Monday, May 23, 2016

The Nevada SCBWI Mentorship Experience- Part II

So You Want to Become a Mentee

for the Nevada SCBWI Mentor Program


You Want a Mentor

First, you need to know what you want in a mentor.

Here are my personal top 3 qualities I look for in a mentor:

1) Tall

2) Dark

3) Handsome

Well, looky-looky here. As luck would have it, my mentor Jim happened to fit the bill!

Okay, these qualities are more like bonuses. Below are the qualities to really look for in a mentor. Really. 

Here are my TOP 10.

A good writing mentor is someone who is:

  • Experienced in your genre and willing to share their skills, knowledge, and expertise
  • Interested in your development as a writer and your success
  • Respected in the industry or has great references
  • Easy to reach
  • Devoted and willing to spend time and energy mentoring and guiding you
  • Up-to-date with the market
  • Interested in knowing your strengths and weaknesses and building from it
  • Honest with their feedback and gives constructive criticism
  • Organized
  • Supportive
The Nevada SCBWI Mentor Program has some of the best mentors in the industry. Check the website for updates on mentor panels.

From their website [via Lia Keyes]:
“Past mentors have included National Book Award Finalists, New York Times bestselling authors, Caldecott Medal–winning illustrators, Coretta Scott King Award winners, Charlotte Zolotow Award winners, million-selling series authors, art directors, editors, publishers, and agents. We hand-pick mentors who are gifted both at creating children’s books and at teaching. Many Nevada Mentor Program alumnae have gone on to win awards, land agents, and sign book deals.”

How to Apply for the Nevada SCBWI Mentor Program

Visit the SCBWI Nevada Chapter for more information

Here is the gist of it:
  • Fill out the required application
  • Send in three of your most promising manuscripts.
  • Choose two mentors you'd like to possibly work with in order of preference.
  • Your manuscripts will be given to your choices.
  • The mentors then read the [blind] manuscripts given to them.
  • Mentors choose two (sometimes three) they feel have promise.
  • Hopefully, one of the two mentors you've selected has chosen you to work with.

The Nevada SCBWI Mentor Program is a one-of-a-kind experience. Curious about what goes on? You can read my story here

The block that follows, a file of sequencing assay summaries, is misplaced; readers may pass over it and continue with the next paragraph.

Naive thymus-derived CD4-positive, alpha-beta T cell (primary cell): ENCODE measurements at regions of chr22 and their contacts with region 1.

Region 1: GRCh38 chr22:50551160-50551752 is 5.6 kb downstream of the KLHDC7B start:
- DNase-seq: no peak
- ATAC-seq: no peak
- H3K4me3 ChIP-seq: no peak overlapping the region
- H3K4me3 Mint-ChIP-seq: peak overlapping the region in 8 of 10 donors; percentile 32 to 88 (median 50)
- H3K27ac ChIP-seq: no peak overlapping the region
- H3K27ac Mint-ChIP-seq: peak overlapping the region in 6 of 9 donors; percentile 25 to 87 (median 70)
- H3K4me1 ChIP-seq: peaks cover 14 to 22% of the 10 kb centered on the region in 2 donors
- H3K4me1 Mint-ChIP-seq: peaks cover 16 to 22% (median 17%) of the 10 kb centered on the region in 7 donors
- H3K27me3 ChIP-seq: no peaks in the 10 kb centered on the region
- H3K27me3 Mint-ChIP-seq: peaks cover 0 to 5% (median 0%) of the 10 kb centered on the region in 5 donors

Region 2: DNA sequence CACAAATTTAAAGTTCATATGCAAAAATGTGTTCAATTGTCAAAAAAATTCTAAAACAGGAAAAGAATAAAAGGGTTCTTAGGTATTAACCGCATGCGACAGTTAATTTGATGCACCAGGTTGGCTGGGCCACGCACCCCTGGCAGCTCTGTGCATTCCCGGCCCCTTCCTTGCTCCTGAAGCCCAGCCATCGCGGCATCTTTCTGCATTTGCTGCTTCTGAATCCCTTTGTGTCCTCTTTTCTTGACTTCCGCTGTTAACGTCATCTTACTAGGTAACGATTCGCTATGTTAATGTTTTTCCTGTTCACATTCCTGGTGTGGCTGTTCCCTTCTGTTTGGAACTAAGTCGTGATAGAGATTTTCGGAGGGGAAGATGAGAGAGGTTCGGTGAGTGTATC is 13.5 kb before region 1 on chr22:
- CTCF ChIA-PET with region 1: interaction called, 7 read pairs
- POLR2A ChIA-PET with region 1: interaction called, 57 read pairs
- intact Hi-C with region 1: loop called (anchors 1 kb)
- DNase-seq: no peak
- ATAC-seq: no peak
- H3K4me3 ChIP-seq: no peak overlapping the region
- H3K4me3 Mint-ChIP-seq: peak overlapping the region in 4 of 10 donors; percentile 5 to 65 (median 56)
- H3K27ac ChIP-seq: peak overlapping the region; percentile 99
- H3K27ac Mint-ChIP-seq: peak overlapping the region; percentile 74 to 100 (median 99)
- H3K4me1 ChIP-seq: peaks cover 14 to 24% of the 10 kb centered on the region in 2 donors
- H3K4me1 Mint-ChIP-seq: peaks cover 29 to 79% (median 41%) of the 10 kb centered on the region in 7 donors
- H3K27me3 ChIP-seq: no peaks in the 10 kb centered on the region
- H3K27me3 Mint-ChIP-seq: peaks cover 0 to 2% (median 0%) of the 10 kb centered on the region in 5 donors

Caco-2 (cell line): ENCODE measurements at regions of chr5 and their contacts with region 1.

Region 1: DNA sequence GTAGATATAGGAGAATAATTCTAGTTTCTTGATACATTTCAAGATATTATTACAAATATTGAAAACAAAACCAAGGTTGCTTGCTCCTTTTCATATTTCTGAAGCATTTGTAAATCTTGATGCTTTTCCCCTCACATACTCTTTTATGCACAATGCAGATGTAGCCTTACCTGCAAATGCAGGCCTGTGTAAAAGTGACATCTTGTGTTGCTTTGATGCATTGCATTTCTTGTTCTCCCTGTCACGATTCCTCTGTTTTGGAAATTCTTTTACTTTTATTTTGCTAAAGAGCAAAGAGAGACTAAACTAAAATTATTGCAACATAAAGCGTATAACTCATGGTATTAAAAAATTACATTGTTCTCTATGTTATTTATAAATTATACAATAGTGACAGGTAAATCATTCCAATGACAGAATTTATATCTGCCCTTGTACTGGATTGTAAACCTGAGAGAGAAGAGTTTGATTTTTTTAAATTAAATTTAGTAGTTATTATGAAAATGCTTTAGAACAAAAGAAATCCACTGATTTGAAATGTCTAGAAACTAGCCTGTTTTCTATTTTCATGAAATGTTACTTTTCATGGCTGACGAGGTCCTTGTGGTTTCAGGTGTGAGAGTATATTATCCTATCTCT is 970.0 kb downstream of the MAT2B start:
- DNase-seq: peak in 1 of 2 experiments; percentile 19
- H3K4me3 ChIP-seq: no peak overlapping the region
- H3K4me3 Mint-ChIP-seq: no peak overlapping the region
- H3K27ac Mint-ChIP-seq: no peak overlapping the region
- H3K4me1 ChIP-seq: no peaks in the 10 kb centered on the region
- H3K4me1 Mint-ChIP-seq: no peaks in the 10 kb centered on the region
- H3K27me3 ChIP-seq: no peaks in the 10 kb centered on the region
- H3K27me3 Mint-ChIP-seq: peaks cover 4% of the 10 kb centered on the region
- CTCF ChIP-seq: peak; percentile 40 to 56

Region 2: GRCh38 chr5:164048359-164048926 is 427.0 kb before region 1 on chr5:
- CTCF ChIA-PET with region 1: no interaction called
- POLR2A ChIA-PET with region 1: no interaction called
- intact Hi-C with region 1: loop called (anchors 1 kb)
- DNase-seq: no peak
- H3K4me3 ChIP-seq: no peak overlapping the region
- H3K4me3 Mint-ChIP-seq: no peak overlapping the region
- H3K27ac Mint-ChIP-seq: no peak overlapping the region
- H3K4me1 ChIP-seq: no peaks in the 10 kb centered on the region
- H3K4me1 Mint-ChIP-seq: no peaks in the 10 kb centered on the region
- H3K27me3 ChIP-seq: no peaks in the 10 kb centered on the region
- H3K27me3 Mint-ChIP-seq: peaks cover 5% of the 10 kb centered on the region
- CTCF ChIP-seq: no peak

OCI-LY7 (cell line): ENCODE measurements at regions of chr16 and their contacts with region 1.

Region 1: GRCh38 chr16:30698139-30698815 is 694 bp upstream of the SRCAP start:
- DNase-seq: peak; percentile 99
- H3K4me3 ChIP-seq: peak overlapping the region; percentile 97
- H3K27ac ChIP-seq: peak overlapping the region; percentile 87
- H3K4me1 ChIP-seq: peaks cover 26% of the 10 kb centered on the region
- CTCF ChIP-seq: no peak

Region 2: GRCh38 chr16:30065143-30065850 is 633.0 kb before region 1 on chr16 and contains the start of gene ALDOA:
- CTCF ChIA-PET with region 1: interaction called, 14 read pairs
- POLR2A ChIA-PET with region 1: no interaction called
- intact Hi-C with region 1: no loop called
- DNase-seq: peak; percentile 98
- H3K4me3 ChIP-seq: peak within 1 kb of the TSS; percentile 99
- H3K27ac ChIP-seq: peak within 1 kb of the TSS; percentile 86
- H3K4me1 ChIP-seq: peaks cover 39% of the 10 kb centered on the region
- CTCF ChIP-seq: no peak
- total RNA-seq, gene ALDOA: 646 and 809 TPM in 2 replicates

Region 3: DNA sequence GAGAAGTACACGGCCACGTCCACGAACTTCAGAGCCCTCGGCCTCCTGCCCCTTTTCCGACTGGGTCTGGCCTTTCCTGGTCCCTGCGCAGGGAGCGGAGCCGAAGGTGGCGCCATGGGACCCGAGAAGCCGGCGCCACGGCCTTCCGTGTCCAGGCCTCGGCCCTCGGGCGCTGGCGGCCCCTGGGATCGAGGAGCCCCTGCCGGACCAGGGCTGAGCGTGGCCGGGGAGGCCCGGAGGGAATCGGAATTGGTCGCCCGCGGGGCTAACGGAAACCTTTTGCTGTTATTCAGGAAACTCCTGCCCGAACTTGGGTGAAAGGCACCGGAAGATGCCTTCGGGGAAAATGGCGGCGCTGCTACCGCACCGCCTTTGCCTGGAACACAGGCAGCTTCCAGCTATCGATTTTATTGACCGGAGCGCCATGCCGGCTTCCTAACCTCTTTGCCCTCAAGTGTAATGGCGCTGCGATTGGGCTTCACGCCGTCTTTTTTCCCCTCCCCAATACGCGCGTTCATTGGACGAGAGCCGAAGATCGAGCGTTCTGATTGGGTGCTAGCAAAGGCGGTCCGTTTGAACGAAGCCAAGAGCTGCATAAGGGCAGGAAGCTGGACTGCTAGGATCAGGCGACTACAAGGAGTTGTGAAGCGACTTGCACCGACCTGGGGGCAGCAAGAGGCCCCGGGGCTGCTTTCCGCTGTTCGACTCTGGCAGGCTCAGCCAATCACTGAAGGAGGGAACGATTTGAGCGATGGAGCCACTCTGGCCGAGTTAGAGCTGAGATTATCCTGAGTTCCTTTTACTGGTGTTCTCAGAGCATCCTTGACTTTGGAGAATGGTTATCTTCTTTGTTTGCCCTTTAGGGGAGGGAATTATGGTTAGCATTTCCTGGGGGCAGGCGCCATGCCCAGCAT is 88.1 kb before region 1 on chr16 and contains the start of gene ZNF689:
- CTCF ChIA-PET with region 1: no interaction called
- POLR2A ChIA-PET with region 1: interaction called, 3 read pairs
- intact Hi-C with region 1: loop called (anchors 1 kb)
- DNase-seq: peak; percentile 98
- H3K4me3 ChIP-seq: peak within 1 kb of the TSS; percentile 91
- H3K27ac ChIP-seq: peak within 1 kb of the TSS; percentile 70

• Choose your best work for submission. (You'd be amazed at how much more can be improved. If you are sending a picture book, many times the mentor will allow up to three to work on. If you are chosen as a mentee, you can ask if your mentor will be willing to look at a different manuscript you'd prefer to work on.)
  • Choose a mentor experienced in your genre
  • Avoid choosing a mentor in hopes of that editor/agent representing you. Choose them for their mentorship!
  • Take advantage of their expertise. Don't be afraid to ask questions during the six-month course. You may want to create a list of questions ahead of time so you don't end the program with any regrets.

CAVEAT [not to be confused with Caviar]

The price of the Nevada Mentorship Program is steep. 

If you have to travel far to get to Reno, you need to factor that into the price of tuition since transportation is not included.

You can probably find a mentor for fraction of the cost of the Nevada Mentorship Program. But remember, tuition includes mentorship, craft intensive workshops, lodging, and most meals. 

Please note that the six-month program doesn't mean you are away for six months. It means, you get to work with your mentor for six months. There are two (separate) 3-day weekend retreats. One at the start of the program, the other at the end. 

The Nevada Mentorship Experience, the support, friendships, the networking with agents, editors, authors, and the relationships built are priceless. 

At the retreats you sleep, eat, mingle with agents, editors, and authors. It's the "dorm room" experience which gives the program a more intimate appeal.

Communication varies with each mentor, ranging from emails, Skype, and phone calls. Usually your one-on-one is limited to an hour at a time, three times during the six-month program. You will not know the arrangement until your first meeting with your mentor.

Everyone's mentorship experience is unique to their mentor-mentee relationship, which is why it is so important to choose your mentor wisely!

~ Happy Writing!

For more on the experience visit:

To Apply Visit:


  1. You are so funny, Romelle! And I enjoyed reading about your experience. It's tempting to go for it, but I'll have to see if I can swing the time commitment (and it's out in the middle of nowhere...I wondered how those of us who don't drive can get there).

    1. Hi Teresa! The first weekend retreat was walking distance from the airport. The second was a bit of a drive, but carpools were arranged to pick up those arriving at the airport. It all works out. The time commitment is only two weekends. The rest is working on your manuscript and communicating with your mentor at your own time.

  2. I'm so excited you had such a great mentorship experience! I can't wait to see what comes of it for you.



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